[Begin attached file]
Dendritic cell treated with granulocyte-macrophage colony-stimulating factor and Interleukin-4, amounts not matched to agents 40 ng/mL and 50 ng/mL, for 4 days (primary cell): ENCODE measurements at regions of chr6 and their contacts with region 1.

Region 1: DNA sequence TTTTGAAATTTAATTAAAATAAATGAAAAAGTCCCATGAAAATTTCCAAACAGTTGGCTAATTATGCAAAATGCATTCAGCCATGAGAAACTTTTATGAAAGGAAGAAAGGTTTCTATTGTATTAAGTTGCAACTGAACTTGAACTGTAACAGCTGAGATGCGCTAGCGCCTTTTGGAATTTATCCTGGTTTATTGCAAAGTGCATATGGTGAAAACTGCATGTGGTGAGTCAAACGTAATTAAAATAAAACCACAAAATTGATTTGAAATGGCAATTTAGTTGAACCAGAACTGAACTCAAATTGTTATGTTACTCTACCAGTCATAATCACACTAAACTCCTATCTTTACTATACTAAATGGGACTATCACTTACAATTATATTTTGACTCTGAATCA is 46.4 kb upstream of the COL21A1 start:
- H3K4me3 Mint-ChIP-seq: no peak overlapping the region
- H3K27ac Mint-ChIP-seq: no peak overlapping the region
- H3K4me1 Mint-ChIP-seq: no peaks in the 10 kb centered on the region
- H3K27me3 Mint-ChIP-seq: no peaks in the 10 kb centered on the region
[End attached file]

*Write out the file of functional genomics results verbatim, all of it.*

Dendritic cell treated with granulocyte-macrophage colony-stimulating factor and Interleukin-4, amounts not matched to agents 40 ng/mL and 50 ng/mL, for 4 days (primary cell): ENCODE measurements at regions of chr6 and their contacts with region 1.

Region 1: DNA sequence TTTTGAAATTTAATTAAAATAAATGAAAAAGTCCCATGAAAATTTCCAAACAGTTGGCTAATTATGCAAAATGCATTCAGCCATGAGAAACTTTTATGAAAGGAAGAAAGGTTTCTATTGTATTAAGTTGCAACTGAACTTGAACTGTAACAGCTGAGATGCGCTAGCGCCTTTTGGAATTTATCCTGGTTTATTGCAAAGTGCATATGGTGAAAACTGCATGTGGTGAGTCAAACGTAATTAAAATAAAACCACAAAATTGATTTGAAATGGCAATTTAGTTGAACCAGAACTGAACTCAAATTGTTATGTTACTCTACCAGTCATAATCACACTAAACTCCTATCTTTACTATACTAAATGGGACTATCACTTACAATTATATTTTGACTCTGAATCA is 46.4 kb upstream of the COL21A1 start:
- H3K4me3 Mint-ChIP-seq: no peak overlapping the region
- H3K27ac Mint-ChIP-seq: no peak overlapping the region
- H3K4me1 Mint-ChIP-seq: no peaks in the 10 kb centered on the region
- H3K27me3 Mint-ChIP-seq: no peaks in the 10 kb centered on the region